in disguise

We are traveling in a little tribe tonight – my friends and their daughter; me, my daughter and the boy. We drive out to Warren in the van and go to the store with the shiny, sparkly things. The boy spends his time in front of a low table covered with costume jewelry rings. A rhinestone-encrusted skull. A bright pink flower. He puts one on each finger, runs over to me where I stand, absently caressing the scarves. “Do you recognize my fingers, Mommy?” he asks as he wiggles them in front of me. “They’re in disguise.”

After, we all pile into a booth at spot nearby, and order pasta and beer while the boy busies himself at the pool table in an elaborate game, the rules of which are unknowable to the rest of us. He walks around the table’s perimeter, slides the cue ball back and forth across the green felt. His face registers delight each time he reaches down and extracts it from the pocket into which it has fallen.

It is dark one night when I get up from bed. I cannot sleep and wander out into the living room to find my father sitting on the couch by the light of a single desk lamp.

He sees me right away, says, “Hey bunny,” and gestures for me. I climb up next to him. Spread out on the coffee table in front of him are neat rows of tiny white balls that have been rolled up from bits of tissue paper. “I’m saying my prayers,” he says, although I have not asked. “Do you know what this is called?” I shake my head. “This is called the rosary. Each little bead is a prayer and you say each prayer until you’re done with all the little beads.”

He goes on: “I used to have real beads,” he says, “but I lost them. So now, I make my own.”

My mother’s tortoise-shell reading glasses are on the coffee table, alongside a glass with just a bit of amber liquid left in it. There is a little fabric doll that she brought back from Mexico years before. The doll’s hair is made of black yarn and is braided in two long plaits with a bit of ribbon trying each end. There are blue loops of yarn on the doll’s white face. To represent tears. Why, I remember thinking every time I saw it, would anyone want a doll that is crying?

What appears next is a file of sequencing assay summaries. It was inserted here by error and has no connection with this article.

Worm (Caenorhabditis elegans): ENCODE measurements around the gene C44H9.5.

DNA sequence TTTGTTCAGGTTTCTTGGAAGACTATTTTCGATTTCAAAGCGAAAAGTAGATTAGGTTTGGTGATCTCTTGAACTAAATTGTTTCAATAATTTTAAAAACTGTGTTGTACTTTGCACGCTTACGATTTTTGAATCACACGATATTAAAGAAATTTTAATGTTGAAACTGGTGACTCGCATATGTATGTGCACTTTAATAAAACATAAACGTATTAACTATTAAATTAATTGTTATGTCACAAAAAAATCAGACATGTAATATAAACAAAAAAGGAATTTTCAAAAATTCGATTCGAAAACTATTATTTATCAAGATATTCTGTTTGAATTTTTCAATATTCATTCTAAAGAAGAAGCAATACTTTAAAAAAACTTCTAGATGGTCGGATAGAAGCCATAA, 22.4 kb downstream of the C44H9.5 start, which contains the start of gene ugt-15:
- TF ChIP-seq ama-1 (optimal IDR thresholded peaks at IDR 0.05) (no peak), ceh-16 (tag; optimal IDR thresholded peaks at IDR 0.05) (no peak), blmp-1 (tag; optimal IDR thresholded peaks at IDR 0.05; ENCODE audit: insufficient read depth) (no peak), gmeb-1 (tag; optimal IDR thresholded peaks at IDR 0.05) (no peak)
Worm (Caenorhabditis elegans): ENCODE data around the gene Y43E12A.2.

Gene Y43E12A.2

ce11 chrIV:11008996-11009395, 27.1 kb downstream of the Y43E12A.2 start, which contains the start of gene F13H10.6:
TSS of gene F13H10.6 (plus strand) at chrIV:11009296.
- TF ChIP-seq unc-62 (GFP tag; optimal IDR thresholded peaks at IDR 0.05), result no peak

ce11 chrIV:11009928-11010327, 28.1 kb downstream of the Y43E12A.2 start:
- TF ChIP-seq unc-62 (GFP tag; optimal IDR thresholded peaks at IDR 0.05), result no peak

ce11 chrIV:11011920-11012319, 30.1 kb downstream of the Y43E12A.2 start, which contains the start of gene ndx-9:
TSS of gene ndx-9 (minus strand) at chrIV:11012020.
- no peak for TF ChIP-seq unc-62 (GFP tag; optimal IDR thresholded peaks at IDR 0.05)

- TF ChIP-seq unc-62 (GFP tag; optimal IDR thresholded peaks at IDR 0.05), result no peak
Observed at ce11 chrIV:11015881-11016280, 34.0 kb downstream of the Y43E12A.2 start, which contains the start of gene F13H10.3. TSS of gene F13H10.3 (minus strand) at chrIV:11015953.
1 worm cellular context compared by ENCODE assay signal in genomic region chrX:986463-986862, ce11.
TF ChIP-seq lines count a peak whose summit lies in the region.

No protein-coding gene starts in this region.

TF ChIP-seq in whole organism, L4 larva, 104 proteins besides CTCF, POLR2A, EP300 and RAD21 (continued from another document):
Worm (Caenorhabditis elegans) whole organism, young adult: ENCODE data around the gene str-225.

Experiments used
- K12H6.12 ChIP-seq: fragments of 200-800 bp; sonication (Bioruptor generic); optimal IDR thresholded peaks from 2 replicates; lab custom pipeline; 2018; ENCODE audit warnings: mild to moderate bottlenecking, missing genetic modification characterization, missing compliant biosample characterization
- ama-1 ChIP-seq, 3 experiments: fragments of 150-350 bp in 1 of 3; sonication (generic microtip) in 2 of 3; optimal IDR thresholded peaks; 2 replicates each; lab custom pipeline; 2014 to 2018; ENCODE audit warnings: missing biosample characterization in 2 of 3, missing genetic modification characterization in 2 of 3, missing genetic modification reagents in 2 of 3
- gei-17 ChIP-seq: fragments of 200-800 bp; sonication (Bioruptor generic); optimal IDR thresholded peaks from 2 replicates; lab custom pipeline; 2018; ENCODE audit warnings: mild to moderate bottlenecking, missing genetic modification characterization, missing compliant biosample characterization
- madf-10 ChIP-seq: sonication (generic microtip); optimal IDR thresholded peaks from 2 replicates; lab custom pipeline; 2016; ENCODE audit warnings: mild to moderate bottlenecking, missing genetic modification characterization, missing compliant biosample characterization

He asks me if I am having trouble sleeping and I nod. Bad dreams? Even though it is not nightmares keeping me awake, I say yes, because it seems a reasonable response and the one that he expects. He kisses my head, whispers into the top of it: Go away bad dreams, and don’t come back.

“Do you want me to tuck you back in?” he asks. I say yes and so he does.  

The boy falls asleep on the ride home. P. follows me home in the van so we don’t have to wake him twice. When we get to the house, he is awake but confused. He walks in small circles on the front lawn while we transfer the car seat. Inside, he takes off his coat and his shoes. I head upstairs to get his things ready for bed. I hear him running after me, and in the hallway, he stops me.

“Mommy,” he cries, his eyes filling with tears. “I am so sorry that I didn’t want to hug you this morning.”

I had asked him for a hug when he got up, but he was coy and ran away when I reached for him.

“I wanted to tell you,” he says, his voice quivering, “that I changed my mind.”

We hear the front door creak open and we both run downstairs, shouting “Daddy!” We weren’t expecting him so soon. W. tells him about the trip, and about how he was in disguise. “No one could recognize me,” he says, glancing sideways at me to see if I am paying attention. “Not even Mommy.”

When I come downstairs from putting the boy to bed, M. is in the kitchen and the coffee is made. There are still a few more gifts to wrap, and I work on those. “Stay in there for a few minutes,” I tell him, and I hurry to put the last few things I’ve bought for him in boxes. He’s put some music on, something we used to listen to a long time ago, and for a moment, it stops me short. Like seeing a photograph of yourself from a time you can barely remember. You, but a different version. You have to look close to be sure. 

My father was tall and lanky. When I was small, he carried me up on his shoulders and I would grip his hands so tightly as he walked. He would make a big deal of ducking down under tree branches or through doorways. He’d wobble a little, say “hold on tight,” and breathe a huge dramatic sigh once we were clear of the particular threat. “You OK up there, bunny?” he’d ask, calling out loudly as if I were very far away. “You still there?”

Yes.

Still here.